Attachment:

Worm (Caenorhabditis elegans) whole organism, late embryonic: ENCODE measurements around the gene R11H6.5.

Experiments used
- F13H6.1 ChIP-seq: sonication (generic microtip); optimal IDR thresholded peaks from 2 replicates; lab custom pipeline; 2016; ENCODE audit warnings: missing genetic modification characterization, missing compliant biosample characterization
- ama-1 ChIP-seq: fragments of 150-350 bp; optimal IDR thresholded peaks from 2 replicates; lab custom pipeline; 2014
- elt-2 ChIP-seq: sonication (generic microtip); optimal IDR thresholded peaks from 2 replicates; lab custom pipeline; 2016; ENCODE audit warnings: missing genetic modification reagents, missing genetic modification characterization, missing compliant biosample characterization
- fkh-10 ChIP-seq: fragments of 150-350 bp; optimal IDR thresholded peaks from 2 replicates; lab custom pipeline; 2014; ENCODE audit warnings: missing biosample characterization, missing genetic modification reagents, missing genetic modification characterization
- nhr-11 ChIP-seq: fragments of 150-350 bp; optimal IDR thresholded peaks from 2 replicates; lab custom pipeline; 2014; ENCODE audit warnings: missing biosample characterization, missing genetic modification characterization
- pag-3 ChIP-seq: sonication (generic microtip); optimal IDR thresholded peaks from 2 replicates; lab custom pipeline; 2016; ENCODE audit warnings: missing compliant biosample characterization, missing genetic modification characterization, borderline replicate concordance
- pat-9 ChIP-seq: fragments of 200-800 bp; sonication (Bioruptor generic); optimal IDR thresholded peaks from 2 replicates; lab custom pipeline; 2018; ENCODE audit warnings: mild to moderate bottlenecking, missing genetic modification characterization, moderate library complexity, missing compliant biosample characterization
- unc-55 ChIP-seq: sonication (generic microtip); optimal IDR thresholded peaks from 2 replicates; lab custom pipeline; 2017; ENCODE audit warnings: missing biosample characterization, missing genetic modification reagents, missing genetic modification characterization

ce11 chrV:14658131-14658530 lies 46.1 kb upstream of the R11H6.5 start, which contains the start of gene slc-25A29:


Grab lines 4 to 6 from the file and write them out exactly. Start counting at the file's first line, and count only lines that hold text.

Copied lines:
- ama-1 ChIP-seq: fragments of 150-350 bp; optimal IDR thresholded peaks from 2 replicates; lab custom pipeline; 2014
- elt-2 ChIP-seq: sonication (generic microtip); optimal IDR thresholded peaks from 2 replicates; lab custom pipeline; 2016; ENCODE audit warnings: missing genetic modification reagents, missing genetic modification characterization, missing compliant biosample characterization
- fkh-10 ChIP-seq: fragments of 150-350 bp; optimal IDR thresholded peaks from 2 replicates; lab custom pipeline; 2014; ENCODE audit warnings: missing biosample characterization, missing genetic modification reagents, missing genetic modification characterization